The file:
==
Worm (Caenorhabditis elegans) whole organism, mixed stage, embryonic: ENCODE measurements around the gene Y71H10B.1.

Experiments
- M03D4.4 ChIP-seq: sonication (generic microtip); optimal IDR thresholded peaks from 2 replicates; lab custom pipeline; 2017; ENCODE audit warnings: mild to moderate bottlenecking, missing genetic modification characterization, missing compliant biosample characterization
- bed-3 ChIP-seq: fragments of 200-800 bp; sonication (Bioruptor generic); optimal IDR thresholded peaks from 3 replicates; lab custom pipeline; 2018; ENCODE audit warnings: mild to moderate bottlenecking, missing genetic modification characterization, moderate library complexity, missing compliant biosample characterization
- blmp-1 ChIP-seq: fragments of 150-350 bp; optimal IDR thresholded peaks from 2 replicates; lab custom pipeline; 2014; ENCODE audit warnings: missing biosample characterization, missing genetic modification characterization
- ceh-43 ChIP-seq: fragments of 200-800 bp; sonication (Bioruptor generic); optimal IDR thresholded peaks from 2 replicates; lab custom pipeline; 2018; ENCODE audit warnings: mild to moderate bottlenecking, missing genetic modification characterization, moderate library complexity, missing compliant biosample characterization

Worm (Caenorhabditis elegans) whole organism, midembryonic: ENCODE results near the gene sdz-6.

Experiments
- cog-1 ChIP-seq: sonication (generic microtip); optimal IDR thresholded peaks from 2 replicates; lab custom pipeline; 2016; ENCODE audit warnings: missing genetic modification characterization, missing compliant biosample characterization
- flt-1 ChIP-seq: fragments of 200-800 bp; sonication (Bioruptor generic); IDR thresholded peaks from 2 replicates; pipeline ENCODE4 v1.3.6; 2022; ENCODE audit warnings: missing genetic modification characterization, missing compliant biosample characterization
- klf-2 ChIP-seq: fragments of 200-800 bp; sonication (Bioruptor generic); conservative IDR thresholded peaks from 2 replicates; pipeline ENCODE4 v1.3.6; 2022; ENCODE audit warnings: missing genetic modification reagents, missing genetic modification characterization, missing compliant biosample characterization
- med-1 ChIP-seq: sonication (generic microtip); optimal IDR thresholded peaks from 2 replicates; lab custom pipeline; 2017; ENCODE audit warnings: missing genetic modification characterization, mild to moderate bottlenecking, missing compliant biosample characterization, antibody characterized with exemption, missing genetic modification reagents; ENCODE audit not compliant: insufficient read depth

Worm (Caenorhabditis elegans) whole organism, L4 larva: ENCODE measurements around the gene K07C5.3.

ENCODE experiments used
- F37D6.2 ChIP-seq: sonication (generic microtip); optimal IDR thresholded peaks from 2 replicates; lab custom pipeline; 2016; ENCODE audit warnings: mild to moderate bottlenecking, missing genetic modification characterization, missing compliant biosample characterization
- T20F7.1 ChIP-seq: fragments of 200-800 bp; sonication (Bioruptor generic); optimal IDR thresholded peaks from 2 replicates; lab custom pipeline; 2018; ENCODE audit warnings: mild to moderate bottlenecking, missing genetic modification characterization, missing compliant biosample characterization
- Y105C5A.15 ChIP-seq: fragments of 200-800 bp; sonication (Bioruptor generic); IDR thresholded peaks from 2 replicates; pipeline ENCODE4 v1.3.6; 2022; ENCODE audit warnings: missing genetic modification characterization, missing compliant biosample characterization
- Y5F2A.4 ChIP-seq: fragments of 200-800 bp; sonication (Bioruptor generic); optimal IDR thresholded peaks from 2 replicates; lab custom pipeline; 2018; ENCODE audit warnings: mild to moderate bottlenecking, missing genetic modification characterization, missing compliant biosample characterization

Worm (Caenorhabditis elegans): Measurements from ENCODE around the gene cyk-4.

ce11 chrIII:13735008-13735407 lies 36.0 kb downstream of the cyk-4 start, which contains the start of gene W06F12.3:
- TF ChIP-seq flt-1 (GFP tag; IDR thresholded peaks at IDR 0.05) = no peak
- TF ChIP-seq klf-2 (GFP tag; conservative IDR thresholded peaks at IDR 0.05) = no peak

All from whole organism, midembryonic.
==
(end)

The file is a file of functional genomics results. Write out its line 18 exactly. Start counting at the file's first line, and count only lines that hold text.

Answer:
- Y5F2A.4 ChIP-seq: fragments of 200-800 bp; sonication (Bioruptor generic); optimal IDR thresholded peaks from 2 replicates; lab custom pipeline; 2018; ENCODE audit warnings: mild to moderate bottlenecking, missing genetic modification characterization, missing compliant biosample characterization